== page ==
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How a nonprofit plans to help big companies meet their sustainability goals

CNN logo CNN 6 days ago By Danielle Wiener-Bronner, CNN Business
© Keith A. Ellenbogen/AP/FILE

Hundreds of companies have pledged to get greener by 2025. Now they have to figure out how to do it — and the World Wildlife Fund wants to help.

The global non-governmental conservation organization on Tuesday launched a new initiative called Resource: Plastic to help companies that have made public sustainability goals actually achieve them. Other groups, like the Ellen MacArthur Foundation and the Ocean Conservancy, are partnering with WWF on the project.

Resource: Plastic is designed to operate as a central resource hub for companies — a place to share progress and gain support to meet their goals both online and in person. The first group of companies to pilot the program is small but influential: Coca-Cola, Keurig Dr Pepper, McDonald's, Procter & Gamble, Starbucks and Tetra Pak have all signed on.

The hub can help companies "stay accountable to the change that they are responsible for," Erin Simon, director of sustainability research and development for WWF, told CNN Business. For some, that will mean sharing that they've failed to reach their goals. 

The problem with plastic 

Plastic waste poses a number of problems for companies. All waste is a drag on profits. And plastic garbage that ends up in oceans and the environment gives companies a bad rap among customers and employees.

To reduce plastic waste, several firms have made sweeping sustainability goals.

More than 250 companies have pledged to be a part of The New Plastics Economy, an initiative led by the Ellen MacArthur Foundation which requires them to publicly share their efforts to reduce plastic packaging waste and hit several benchmarks by 2025 and beyond. Those commitments include making 100% of plastic packaging reusable, recyclable or compostable by 2025.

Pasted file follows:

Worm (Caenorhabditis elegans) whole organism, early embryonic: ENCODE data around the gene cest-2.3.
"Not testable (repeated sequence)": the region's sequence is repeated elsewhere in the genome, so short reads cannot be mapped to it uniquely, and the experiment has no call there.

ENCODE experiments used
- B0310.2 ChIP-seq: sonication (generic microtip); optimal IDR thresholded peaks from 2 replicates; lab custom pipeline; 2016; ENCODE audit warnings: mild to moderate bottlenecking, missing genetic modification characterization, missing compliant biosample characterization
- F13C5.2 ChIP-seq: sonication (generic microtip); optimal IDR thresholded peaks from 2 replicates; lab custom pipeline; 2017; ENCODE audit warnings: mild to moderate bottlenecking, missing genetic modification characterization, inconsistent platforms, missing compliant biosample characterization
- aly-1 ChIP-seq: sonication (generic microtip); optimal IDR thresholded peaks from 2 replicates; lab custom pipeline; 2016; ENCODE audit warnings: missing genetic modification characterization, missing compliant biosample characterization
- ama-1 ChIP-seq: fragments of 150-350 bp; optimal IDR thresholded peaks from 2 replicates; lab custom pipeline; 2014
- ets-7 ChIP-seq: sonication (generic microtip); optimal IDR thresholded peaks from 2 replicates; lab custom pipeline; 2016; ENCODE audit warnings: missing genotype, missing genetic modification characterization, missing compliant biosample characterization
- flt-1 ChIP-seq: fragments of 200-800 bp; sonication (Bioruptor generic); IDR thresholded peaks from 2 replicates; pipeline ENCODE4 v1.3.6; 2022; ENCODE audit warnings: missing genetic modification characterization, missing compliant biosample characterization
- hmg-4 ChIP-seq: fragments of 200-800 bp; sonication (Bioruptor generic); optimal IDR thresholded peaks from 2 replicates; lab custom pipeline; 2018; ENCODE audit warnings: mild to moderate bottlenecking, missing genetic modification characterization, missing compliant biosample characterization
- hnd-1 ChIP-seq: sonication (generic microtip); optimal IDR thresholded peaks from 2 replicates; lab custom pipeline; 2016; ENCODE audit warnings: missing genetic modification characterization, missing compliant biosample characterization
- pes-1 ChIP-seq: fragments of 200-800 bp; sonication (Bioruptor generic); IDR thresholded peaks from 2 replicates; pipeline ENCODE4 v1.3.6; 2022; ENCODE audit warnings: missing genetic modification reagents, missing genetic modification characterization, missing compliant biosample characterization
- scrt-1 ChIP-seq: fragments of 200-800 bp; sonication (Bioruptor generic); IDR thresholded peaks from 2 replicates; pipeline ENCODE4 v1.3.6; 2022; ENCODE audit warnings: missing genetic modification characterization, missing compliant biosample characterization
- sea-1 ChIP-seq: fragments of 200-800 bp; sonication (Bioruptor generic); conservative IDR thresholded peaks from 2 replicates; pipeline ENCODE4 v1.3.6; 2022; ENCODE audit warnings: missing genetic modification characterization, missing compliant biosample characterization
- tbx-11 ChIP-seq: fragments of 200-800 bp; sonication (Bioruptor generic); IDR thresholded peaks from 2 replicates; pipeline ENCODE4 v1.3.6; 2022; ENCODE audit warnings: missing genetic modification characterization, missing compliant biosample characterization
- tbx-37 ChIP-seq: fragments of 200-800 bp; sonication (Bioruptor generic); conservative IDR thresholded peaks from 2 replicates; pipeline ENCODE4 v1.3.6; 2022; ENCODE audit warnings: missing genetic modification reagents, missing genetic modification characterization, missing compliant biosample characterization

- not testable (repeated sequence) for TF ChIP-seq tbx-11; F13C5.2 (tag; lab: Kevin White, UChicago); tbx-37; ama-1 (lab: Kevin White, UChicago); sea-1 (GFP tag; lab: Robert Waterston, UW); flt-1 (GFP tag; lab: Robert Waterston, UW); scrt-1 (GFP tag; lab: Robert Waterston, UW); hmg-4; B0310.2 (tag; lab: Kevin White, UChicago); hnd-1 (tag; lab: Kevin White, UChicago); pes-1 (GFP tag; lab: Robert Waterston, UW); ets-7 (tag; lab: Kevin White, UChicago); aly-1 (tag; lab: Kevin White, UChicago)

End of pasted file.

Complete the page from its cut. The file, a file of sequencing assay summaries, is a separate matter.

If companies can recover used packaging and reuse it themselves, they can reduce both waste and cost to their supply chain. But for that to happen, they need to not only make their packages recyclable, but make sure that customers recycle them — instead of dumping them in the trash — and live in areas that support recycling. That can make it hard for companies to actually deliver on their goals.

Some companies are well on their way to fulfilling their obligations, while others are far behind. Support from WWF can help them figure out what's not working and try to get on track, Simon said.

And because there are so many stakeholders, collaboration can help companies make sure they are taking the right approach to make the biggest possible difference. 

Better together

For the six companies that are piloting the program, the partnership offers a framework for collaboration across companies.

"While there's been a lot of growing alignment on targets themselves across different companies, there hasn't been a great [business to business] forum yet, if you will, for implementation," said Ben Jordan, senior director of environmental policy for Coca-Cola. Plus, additional outside oversight "will help keep us honest," Jordan said.

"The value in doing this with a partner is that we use some common metrics," Steve Sikra, who leads package materials innovation for all P&G businesses, told CNN Business. Using a "common language becomes ultra critical" when different companies are working towards the same goal, he said.

The companies participating in the pilot have a good sense of how complicated fulfilling recycling goals can be, said Simon. In order for Resource: Plastic to really work, more companies need to get on board — especially ones that are at a loss. 

Resource: Plastic 

WWF plans to wrap up the pilot program over the next six months. The plan is to open Resource: Plastic up to other companies early next year.

Companies that decide to be a part of the hub get access to WWF's resources and expertise to help them figure out how to stick to their goals, Simon said. In exchange, the companies have to promise to share their progress with the public each year.

"Commitments are being made like we've never seen the before," Simon said. That's a good thing, she said, but added that not every company that has made commitments knows how to meet them: "They may not be doing great."

Many companies have set 2020 goals in addition to 2025 or 2030 goals. If they haven't reached those goals, and they participate in the hub, they'll have to make that information public. They'll also examine why they weren't able to meet the goals in order to refine their efforts moving forward.

The more companies strive to meet their goals, the better for the planet. WWF says that just 100 companies can prevent about 10 million metric tons of the world's plastic waste pollution.

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